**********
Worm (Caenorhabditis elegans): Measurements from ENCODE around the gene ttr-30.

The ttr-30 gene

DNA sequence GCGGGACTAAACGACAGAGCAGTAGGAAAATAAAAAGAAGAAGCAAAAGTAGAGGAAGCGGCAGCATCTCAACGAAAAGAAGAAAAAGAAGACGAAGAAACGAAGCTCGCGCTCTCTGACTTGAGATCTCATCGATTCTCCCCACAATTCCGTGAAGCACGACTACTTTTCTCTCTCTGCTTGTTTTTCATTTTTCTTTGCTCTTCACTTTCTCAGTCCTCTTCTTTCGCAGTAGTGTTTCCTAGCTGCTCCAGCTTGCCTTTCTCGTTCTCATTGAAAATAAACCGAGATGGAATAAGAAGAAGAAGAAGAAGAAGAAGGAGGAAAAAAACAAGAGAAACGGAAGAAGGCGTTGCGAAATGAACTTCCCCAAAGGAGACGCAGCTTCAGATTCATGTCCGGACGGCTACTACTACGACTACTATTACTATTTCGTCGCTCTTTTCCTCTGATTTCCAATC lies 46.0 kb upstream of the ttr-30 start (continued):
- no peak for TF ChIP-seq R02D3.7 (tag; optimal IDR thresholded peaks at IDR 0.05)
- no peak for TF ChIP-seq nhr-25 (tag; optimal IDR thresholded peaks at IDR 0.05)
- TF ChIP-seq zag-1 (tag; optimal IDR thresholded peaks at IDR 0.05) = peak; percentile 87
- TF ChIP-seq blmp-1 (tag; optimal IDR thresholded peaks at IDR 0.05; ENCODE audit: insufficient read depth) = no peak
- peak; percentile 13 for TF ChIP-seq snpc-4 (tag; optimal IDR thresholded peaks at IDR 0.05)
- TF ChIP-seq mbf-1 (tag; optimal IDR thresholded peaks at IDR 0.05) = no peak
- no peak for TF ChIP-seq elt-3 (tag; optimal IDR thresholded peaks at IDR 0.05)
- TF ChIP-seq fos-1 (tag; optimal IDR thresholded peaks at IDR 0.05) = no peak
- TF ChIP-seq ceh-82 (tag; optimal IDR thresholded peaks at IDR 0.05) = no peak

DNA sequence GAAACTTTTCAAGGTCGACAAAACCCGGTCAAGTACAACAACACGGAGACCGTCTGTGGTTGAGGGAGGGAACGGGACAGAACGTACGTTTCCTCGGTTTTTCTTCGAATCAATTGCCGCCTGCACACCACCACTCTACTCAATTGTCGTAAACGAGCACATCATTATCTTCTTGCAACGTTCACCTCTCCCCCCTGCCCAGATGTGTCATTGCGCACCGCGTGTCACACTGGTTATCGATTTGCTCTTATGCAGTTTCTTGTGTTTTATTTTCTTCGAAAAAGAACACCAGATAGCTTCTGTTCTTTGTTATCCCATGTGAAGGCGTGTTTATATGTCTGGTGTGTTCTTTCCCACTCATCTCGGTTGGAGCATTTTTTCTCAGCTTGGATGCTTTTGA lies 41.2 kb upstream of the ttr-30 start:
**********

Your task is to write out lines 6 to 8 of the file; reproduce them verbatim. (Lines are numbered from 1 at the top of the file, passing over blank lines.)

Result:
- TF ChIP-seq zag-1 (tag; optimal IDR thresholded peaks at IDR 0.05) = peak; percentile 87
- TF ChIP-seq blmp-1 (tag; optimal IDR thresholded peaks at IDR 0.05; ENCODE audit: insufficient read depth) = no peak
- peak; percentile 13 for TF ChIP-seq snpc-4 (tag; optimal IDR thresholded peaks at IDR 0.05)